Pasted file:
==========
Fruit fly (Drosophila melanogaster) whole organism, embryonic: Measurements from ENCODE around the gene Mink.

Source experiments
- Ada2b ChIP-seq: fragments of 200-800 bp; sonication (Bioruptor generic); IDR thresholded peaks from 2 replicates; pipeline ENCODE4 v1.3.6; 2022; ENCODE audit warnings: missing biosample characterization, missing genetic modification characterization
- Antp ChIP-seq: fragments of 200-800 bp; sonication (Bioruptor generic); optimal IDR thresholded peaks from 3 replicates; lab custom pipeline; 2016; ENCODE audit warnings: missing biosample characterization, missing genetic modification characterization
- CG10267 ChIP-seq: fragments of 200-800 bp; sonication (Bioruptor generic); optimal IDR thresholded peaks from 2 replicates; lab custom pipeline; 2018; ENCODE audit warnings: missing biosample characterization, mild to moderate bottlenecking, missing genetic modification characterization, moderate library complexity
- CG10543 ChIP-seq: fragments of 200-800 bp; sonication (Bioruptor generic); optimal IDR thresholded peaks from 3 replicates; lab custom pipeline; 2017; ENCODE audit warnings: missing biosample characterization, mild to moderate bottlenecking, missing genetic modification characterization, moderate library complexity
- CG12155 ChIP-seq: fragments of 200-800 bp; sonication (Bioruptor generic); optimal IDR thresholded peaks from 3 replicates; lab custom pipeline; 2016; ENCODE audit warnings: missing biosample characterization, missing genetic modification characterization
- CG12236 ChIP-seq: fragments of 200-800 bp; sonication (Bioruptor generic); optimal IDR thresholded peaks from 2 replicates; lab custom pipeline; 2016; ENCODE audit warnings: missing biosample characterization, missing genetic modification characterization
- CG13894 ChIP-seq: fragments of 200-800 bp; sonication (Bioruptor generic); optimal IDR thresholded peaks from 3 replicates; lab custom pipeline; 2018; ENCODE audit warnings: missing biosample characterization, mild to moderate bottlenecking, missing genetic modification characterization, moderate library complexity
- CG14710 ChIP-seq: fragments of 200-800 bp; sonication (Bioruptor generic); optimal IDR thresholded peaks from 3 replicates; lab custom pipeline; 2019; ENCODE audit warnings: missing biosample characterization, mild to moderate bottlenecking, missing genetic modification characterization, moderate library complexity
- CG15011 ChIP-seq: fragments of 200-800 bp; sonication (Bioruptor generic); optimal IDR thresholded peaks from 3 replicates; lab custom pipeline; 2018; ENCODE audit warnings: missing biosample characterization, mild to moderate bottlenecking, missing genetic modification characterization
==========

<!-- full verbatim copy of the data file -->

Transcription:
Fruit fly (Drosophila melanogaster) whole organism, embryonic: Measurements from ENCODE around the gene Mink.

Source experiments
- Ada2b ChIP-seq: fragments of 200-800 bp; sonication (Bioruptor generic); IDR thresholded peaks from 2 replicates; pipeline ENCODE4 v1.3.6; 2022; ENCODE audit warnings: missing biosample characterization, missing genetic modification characterization
- Antp ChIP-seq: fragments of 200-800 bp; sonication (Bioruptor generic); optimal IDR thresholded peaks from 3 replicates; lab custom pipeline; 2016; ENCODE audit warnings: missing biosample characterization, missing genetic modification characterization
- CG10267 ChIP-seq: fragments of 200-800 bp; sonication (Bioruptor generic); optimal IDR thresholded peaks from 2 replicates; lab custom pipeline; 2018; ENCODE audit warnings: missing biosample characterization, mild to moderate bottlenecking, missing genetic modification characterization, moderate library complexity
- CG10543 ChIP-seq: fragments of 200-800 bp; sonication (Bioruptor generic); optimal IDR thresholded peaks from 3 replicates; lab custom pipeline; 2017; ENCODE audit warnings: missing biosample characterization, mild to moderate bottlenecking, missing genetic modification characterization, moderate library complexity
- CG12155 ChIP-seq: fragments of 200-800 bp; sonication (Bioruptor generic); optimal IDR thresholded peaks from 3 replicates; lab custom pipeline; 2016; ENCODE audit warnings: missing biosample characterization, missing genetic modification characterization
- CG12236 ChIP-seq: fragments of 200-800 bp; sonication (Bioruptor generic); optimal IDR thresholded peaks from 2 replicates; lab custom pipeline; 2016; ENCODE audit warnings: missing biosample characterization, missing genetic modification characterization
- CG13894 ChIP-seq: fragments of 200-800 bp; sonication (Bioruptor generic); optimal IDR thresholded peaks from 3 replicates; lab custom pipeline; 2018; ENCODE audit warnings: missing biosample characterization, mild to moderate bottlenecking, missing genetic modification characterization, moderate library complexity
- CG14710 ChIP-seq: fragments of 200-800 bp; sonication (Bioruptor generic); optimal IDR thresholded peaks from 3 replicates; lab custom pipeline; 2019; ENCODE audit warnings: missing biosample characterization, mild to moderate bottlenecking, missing genetic modification characterization, moderate library complexity
- CG15011 ChIP-seq: fragments of 200-800 bp; sonication (Bioruptor generic); optimal IDR thresholded peaks from 3 replicates; lab custom pipeline; 2018; ENCODE audit warnings: missing biosample characterization, mild to moderate bottlenecking, missing genetic modification characterization